UK researchers developing a bra-mounted breast cancer monitor

UK researchers developing a bra-mounted breast cancer monitor

Researchers at Nottingham Trent University hope device used at home will improve tracking of tumours

Researchers are working on a gadget that would go inside a bra and be able to track the growth of a breast cancer tumor.

Researchers anticipate that patients will be able to use the gadget “in the comfort of their own homes” to identify tumor development using a novel, non-invasive technique.

The medical technologies innovation laboratory at Nottingham Trent University (NTU) is developing a gadget that will utilize an electrical current to scan and identify minute changes in fluids within and outside of breast cells.

The gadget will be able to assess changes and growth of tumors in real time down to as little as 2mm since tumor tissue is denser and has less water than healthy tissue.

According to researchers, the gadget could be created as a new bra with the device integrated or used as an insert in a patient’s existing bra. It would capture data and transmit it to the wearer’s medical team via smartphone. The device’s developers want to enter a clinical study in the next years.

According to Dr. Yang Wei, a specialist in electronic textiles and electronic engineering at NTU, “the technology would measure changes in breast tissue and help improve a patient’s chance of survival.” Breast cancer has a very rapid growth rate; it may spread to 1 mm in six months or 2 mm in six weeks. This would be an extra check to evaluate how quickly the tumor is growing.

“We are paving the way for research into an alternate method of detecting breast cancer that can be performed in the convenience of a patient’s own home, saving vital hospital resources while still offering a workable way to identify early indications of cancer.”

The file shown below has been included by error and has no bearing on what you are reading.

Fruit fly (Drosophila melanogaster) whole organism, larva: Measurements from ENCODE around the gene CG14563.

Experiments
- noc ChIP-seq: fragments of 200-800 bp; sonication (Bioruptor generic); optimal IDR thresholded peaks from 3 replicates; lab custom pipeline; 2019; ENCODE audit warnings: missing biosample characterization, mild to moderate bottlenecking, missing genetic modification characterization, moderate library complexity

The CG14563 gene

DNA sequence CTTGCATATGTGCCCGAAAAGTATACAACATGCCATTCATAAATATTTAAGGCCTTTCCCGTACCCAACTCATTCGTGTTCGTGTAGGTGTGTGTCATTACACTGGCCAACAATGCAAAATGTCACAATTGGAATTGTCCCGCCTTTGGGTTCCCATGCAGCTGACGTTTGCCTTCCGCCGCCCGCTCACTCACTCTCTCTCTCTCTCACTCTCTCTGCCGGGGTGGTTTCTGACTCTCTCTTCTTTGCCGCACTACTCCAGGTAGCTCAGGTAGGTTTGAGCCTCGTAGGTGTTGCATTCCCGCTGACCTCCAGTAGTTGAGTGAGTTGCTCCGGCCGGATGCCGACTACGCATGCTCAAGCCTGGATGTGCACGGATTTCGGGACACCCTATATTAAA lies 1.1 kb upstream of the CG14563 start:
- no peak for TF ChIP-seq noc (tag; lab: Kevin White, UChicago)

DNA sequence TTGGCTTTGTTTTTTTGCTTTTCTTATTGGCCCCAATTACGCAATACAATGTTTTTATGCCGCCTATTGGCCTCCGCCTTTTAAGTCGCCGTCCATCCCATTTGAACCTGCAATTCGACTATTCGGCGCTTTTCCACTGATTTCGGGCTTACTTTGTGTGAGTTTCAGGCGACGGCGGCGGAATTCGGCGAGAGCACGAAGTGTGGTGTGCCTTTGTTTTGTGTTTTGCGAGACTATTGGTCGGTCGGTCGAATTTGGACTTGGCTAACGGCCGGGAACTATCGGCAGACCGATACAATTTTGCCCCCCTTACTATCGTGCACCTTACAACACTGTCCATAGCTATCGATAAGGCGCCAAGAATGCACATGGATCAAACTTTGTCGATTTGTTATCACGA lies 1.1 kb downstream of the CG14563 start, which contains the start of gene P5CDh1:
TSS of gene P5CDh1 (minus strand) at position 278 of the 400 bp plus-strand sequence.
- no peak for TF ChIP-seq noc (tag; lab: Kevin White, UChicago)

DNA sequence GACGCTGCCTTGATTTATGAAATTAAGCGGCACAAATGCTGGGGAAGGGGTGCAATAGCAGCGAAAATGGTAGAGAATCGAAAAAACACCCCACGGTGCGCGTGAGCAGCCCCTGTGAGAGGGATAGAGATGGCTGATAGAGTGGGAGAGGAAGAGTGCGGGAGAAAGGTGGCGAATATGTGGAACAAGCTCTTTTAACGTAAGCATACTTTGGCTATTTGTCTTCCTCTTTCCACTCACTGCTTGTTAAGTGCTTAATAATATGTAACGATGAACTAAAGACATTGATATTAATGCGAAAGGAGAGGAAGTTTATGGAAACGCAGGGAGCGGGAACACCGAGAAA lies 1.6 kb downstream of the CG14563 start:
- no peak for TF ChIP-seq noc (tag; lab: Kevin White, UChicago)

Over 55,000 new cases and over 11,000 deaths of breast cancer occur in the UK annually, according to Cancer Research. About 23% of the additional cases might have been avoided.

The gadget is intended to help with the crucial task of tumor monitoring, which may be difficult to do accurately, especially when the tumor is smaller than 1 cm in size. There’s a chance that there may be noticeable development in between MRI scans, which can happen months apart.

Research on improved breast cancer diagnosis and treatment is desperately required, according to Dr. Simon Vincent, director of research, support, and influence at Breast Cancer Now.

The device has not yet been tested on humans, and there is still much we need to learn before we can decide whether or not it could be used in medical settings, he said, “but this new technology could offer a new way to monitor the growth of breast cancer tumours and we look forward to seeing the final results.”

“For information and support, anyone affected by breast cancer can speak with the knowledgeable nurses at Breast Cancer Now by calling our free helpline at 0808 800 6000.”

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